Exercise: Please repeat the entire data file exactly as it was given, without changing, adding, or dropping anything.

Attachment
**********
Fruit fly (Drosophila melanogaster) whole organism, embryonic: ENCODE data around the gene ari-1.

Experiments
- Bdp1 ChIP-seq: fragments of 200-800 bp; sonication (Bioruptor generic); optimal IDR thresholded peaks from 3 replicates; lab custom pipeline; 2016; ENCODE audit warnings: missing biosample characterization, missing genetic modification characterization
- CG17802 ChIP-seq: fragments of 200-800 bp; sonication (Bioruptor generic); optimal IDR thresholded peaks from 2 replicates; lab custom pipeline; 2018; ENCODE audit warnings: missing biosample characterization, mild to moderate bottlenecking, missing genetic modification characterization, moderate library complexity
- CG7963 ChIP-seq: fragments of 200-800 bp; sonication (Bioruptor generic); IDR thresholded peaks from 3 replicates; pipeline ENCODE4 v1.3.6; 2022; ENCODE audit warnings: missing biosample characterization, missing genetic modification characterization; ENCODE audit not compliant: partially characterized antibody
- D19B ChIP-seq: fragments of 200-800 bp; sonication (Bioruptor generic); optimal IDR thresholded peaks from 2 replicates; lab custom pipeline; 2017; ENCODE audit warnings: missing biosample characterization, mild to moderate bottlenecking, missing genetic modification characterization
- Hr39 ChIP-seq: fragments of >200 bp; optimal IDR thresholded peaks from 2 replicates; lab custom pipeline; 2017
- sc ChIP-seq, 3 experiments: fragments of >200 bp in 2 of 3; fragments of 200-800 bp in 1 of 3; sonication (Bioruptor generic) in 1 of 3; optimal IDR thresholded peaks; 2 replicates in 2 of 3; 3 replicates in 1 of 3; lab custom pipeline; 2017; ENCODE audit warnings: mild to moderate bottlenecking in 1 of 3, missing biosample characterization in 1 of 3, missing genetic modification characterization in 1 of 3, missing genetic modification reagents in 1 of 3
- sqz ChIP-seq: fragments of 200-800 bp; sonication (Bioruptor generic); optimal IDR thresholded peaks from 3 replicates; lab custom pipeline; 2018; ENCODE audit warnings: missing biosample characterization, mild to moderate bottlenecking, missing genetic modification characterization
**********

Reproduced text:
Fruit fly (Drosophila melanogaster) whole organism, embryonic: ENCODE data around the gene ari-1.

Experiments
- Bdp1 ChIP-seq: fragments of 200-800 bp; sonication (Bioruptor generic); optimal IDR thresholded peaks from 3 replicates; lab custom pipeline; 2016; ENCODE audit warnings: missing biosample characterization, missing genetic modification characterization
- CG17802 ChIP-seq: fragments of 200-800 bp; sonication (Bioruptor generic); optimal IDR thresholded peaks from 2 replicates; lab custom pipeline; 2018; ENCODE audit warnings: missing biosample characterization, mild to moderate bottlenecking, missing genetic modification characterization, moderate library complexity
- CG7963 ChIP-seq: fragments of 200-800 bp; sonication (Bioruptor generic); IDR thresholded peaks from 3 replicates; pipeline ENCODE4 v1.3.6; 2022; ENCODE audit warnings: missing biosample characterization, missing genetic modification characterization; ENCODE audit not compliant: partially characterized antibody
- D19B ChIP-seq: fragments of 200-800 bp; sonication (Bioruptor generic); optimal IDR thresholded peaks from 2 replicates; lab custom pipeline; 2017; ENCODE audit warnings: missing biosample characterization, mild to moderate bottlenecking, missing genetic modification characterization
- Hr39 ChIP-seq: fragments of >200 bp; optimal IDR thresholded peaks from 2 replicates; lab custom pipeline; 2017
- sc ChIP-seq, 3 experiments: fragments of >200 bp in 2 of 3; fragments of 200-800 bp in 1 of 3; sonication (Bioruptor generic) in 1 of 3; optimal IDR thresholded peaks; 2 replicates in 2 of 3; 3 replicates in 1 of 3; lab custom pipeline; 2017; ENCODE audit warnings: mild to moderate bottlenecking in 1 of 3, missing biosample characterization in 1 of 3, missing genetic modification characterization in 1 of 3, missing genetic modification reagents in 1 of 3
- sqz ChIP-seq: fragments of 200-800 bp; sonication (Bioruptor generic); optimal IDR thresholded peaks from 3 replicates; lab custom pipeline; 2018; ENCODE audit warnings: missing biosample characterization, mild to moderate bottlenecking, missing genetic modification characterization